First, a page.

Other options for setting up a 529 plan account include visiting the 529 plan’s website to download an enrollment kit. Most 529 plan account applications will require the following information:

  • Name of the account owner
  • Name of the beneficiary
  • Personal information about the account owner and beneficiary, including their mailing address, telephone number, email address, date of birth and Social Security Numbers (SSN) or Individual Taxpayer Identification Numbers (ITIN).

The 529 plan account application may also ask for the name and personal information of a successor account owner, in case the original account owner dies. The 529 plan account application may also ask you to pick an initial set of investment portfolios.

If the application form is confusing, call the 529 plan’s toll-free number to ask questions. If you ask questions by sending email to the 529 plan, do not include account numbers, passwords or other personal information in the email message.

4. Fund the 529 Plan

There are several ways of depositing money into a 529 plan once you’ve opened it. These include mailing a paper check to the 529 plan and transferring the money electronically from your bank account.

All 529 plans allow you to set up automatic contributions from your bank account. You will need to specify the contribution amount and the contribution frequency (e.g., biweekly, monthly, quarterly, annually). The 529 plan will also need the bank routing number and account number for your account and a voided copy of a preprinted check or preprinted deposit slip.

Some 529 plans can set up automatic contributions through payroll deductions from participating employers. The automatic investment makes it easier to save, since you don’t have to remember to make a contribution to the 529 plan.

Other options include a rollover from another 529 plan, money from a Coverdell education savings account or money from the redemption of a qualified U.S. Savings Bond.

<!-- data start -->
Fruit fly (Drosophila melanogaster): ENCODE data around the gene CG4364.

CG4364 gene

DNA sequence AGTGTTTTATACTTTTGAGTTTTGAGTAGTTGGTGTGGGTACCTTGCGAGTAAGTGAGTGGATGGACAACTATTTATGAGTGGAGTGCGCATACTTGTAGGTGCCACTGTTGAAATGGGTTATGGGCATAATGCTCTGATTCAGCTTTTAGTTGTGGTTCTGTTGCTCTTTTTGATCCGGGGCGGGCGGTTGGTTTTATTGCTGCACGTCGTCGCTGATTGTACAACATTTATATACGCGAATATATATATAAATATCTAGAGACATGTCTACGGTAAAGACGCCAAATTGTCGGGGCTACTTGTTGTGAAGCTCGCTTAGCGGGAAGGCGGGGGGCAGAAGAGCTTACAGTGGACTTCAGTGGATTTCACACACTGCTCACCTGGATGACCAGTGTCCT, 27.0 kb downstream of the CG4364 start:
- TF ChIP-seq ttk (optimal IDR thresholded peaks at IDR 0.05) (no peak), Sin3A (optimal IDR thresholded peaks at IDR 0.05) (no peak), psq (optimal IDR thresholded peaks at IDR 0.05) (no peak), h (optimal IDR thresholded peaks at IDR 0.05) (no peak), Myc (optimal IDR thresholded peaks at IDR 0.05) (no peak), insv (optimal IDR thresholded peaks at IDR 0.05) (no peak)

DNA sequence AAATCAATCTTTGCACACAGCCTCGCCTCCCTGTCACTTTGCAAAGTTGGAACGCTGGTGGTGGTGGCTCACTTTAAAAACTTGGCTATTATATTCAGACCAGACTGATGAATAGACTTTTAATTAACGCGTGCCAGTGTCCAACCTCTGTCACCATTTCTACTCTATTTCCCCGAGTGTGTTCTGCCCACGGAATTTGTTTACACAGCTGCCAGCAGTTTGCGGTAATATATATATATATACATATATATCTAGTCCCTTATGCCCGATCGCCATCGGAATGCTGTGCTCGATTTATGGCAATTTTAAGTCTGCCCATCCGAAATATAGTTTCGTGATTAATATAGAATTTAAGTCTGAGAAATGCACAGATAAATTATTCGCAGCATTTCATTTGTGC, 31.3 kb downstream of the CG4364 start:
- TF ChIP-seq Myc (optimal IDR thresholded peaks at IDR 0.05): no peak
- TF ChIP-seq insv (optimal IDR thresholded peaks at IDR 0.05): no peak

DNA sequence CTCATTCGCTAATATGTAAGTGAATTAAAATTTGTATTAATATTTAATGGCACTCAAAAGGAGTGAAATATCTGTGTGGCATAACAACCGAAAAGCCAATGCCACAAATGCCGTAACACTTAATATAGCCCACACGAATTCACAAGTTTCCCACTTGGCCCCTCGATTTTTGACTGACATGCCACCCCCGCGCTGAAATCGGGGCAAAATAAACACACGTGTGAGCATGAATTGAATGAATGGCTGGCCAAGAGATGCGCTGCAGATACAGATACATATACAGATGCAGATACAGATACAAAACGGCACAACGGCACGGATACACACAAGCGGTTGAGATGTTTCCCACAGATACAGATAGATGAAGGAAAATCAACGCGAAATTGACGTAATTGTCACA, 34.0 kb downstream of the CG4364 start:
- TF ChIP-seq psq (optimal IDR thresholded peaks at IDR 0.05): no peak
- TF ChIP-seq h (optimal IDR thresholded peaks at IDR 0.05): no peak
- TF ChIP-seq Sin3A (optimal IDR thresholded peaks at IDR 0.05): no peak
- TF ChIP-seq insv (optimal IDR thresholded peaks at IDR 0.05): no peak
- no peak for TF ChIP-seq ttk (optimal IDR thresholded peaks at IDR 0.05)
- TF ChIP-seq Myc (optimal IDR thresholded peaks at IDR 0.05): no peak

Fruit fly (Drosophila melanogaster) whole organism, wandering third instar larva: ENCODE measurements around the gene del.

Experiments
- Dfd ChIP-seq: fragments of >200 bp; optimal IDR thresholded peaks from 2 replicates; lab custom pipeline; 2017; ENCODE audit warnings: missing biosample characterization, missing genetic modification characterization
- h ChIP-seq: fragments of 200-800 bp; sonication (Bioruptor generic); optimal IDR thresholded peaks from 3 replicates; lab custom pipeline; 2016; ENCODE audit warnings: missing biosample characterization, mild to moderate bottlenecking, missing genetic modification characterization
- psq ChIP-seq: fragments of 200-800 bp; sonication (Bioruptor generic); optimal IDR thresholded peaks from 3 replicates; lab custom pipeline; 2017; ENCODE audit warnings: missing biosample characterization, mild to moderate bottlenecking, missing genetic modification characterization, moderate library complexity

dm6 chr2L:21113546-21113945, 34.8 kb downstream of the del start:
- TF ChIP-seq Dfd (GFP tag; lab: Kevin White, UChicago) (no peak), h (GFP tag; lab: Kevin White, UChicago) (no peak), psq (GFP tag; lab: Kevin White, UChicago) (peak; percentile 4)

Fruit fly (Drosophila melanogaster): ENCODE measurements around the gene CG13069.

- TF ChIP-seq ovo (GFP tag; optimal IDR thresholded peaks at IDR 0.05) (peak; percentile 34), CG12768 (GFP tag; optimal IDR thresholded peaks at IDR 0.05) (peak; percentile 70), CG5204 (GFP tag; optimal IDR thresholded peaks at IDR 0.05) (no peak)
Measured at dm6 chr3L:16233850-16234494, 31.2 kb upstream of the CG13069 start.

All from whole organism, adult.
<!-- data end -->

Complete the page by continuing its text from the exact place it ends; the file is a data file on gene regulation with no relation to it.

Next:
Minimum contribution amounts vary by state. Some states have no minimum contribution amount. Automatic contributions, including payroll deductions, typically must be at least $15 or $25.

There are no annual contribution limits for a 529 plan, but you can give up to $15,000 ($30,000 as a couple) each year without incurring gift taxes or using up part of your lifetime gift tax exclusion. 529 plans provide 5-year gift tax averaging, so you can give up to 5 times as much money ($75,000 or $150,000 as a couple) in a single year and have it treated as though it were given over a 5-year period.

Cumulative contribution limits vary by state, ranging from $235,000 to $550,000, and are periodically adjusted for inflation. After a 529 plan account reaches this balance, it can still earn interest and appreciate in value, but no additional contributions will be accepted. Most people do not reach this limit.

Many people start off with a small, automatic monthly contribution and increase the amount after a few months. If your goal is to save about a third of the future cost of public college education, start saving $250 per month from birth. If you can’t handle that big a contribution, start off with what you can afford and tackle the amount you need to save as you can.

5. Choose Investments for the 529 Plan

After the 529 plan has been opened and some funds have been deposited into the 529 plan, it’s time to set up the investments for the 529 plan. The number of investment options is limited, making it easier to choose.

Most people invest in an age-based portfolio, which starts off with an aggressive mix of investments (e.g., mostly stocks) and gradually shifts to a less risky mix of investments as the child approaches college age. If you start saving for college soon after the child is born, an age-based portfolio is a good starting choice. You can change the investment approach later.

Some 529 plans have just one age-based portfolio, while others have aggressive, moderate and conservative age-based portfolios. These portfolios usually differ according to the initial percentage stocks (e.g., 100% equities, 90% equities or 80% equities) and the final percentage stocks (e.g., 30% equities, 20% equities or 0% equities).

Most 529 plans also offer static portfolios which may involve single-fund portfolios or multi-fund portfolios, as well as a money market portfolio. Options may include bond funds, U.S. large-cap, mid-cap and small-cap index funds and foreign stock funds.

Note: You can only change your investment strategy twice a year.

A good place to start:

See the best 529 plans, personalized for you

Where to Open a 529 Plan

529 plans are offered through state-sponsored websites and the accounts are administered by financial institutions that have partnered with that state. For example, BlackRock oversees the Ohio 529 plan and T. Rowe Price administers the Alaska 529 plan.